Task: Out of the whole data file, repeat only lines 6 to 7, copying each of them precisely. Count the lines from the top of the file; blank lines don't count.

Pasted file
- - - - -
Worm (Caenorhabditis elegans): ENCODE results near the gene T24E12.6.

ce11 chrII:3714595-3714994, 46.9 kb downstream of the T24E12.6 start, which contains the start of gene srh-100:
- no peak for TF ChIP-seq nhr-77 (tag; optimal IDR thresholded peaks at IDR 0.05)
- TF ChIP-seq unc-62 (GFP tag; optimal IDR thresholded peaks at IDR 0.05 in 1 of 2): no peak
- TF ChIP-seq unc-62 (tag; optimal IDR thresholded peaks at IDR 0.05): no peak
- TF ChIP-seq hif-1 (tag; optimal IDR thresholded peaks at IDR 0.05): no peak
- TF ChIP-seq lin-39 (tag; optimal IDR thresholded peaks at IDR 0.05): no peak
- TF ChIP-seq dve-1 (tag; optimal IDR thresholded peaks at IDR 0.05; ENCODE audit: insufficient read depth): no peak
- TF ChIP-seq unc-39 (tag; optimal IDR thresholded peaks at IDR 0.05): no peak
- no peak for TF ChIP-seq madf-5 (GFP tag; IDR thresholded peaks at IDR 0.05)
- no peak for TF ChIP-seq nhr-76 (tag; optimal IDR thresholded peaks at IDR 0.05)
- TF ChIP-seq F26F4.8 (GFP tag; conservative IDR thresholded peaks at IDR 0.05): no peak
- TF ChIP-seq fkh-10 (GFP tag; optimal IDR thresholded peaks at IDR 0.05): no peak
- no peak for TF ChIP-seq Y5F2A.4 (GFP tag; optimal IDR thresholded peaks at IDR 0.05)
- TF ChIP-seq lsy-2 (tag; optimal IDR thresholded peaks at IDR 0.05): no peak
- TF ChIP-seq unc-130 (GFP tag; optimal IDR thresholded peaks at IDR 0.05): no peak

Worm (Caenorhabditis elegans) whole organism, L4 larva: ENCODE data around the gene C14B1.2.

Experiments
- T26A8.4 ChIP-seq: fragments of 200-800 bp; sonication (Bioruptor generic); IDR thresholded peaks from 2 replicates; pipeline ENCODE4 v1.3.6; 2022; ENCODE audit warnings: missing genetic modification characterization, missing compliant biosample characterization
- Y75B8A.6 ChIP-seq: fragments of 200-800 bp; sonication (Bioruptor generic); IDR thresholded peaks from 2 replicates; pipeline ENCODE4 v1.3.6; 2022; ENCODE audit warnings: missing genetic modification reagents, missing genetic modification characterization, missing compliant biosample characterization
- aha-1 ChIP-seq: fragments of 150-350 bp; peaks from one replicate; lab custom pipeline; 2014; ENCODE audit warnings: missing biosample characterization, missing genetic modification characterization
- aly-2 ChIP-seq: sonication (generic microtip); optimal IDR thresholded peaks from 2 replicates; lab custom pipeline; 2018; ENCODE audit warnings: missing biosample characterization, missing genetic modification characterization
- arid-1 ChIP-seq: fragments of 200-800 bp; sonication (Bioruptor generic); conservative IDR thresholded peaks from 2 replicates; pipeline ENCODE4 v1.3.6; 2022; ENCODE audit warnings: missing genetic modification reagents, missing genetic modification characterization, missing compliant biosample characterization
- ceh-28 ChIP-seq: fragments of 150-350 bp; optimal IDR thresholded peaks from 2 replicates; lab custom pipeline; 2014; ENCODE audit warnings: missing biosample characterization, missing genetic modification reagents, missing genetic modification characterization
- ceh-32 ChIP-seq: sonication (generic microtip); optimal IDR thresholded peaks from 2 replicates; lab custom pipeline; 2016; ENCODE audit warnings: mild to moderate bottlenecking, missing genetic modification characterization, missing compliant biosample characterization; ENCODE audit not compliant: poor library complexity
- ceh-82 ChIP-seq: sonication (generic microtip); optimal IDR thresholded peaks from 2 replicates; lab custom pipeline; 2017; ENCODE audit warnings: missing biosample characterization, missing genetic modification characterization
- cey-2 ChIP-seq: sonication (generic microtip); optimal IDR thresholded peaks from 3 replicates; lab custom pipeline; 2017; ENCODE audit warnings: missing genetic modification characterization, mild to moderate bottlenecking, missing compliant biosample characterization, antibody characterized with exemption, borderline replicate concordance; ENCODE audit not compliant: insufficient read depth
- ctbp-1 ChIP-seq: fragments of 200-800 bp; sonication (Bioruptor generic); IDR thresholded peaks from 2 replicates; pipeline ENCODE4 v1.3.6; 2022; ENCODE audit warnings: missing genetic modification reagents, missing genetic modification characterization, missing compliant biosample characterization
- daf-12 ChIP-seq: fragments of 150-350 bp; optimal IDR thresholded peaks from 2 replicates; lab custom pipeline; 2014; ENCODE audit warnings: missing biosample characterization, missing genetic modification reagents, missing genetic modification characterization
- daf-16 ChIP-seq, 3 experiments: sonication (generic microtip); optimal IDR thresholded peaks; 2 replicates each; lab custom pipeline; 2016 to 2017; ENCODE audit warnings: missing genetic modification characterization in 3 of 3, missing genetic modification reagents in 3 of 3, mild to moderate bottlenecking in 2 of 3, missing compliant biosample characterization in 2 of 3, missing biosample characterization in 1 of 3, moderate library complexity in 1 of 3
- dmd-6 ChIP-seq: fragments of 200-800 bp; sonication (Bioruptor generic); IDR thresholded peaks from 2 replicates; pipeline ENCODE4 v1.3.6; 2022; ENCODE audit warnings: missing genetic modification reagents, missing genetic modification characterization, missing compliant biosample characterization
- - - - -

- TF ChIP-seq hif-1 (tag; optimal IDR thresholded peaks at IDR 0.05): no peak
- TF ChIP-seq lin-39 (tag; optimal IDR thresholded peaks at IDR 0.05): no peak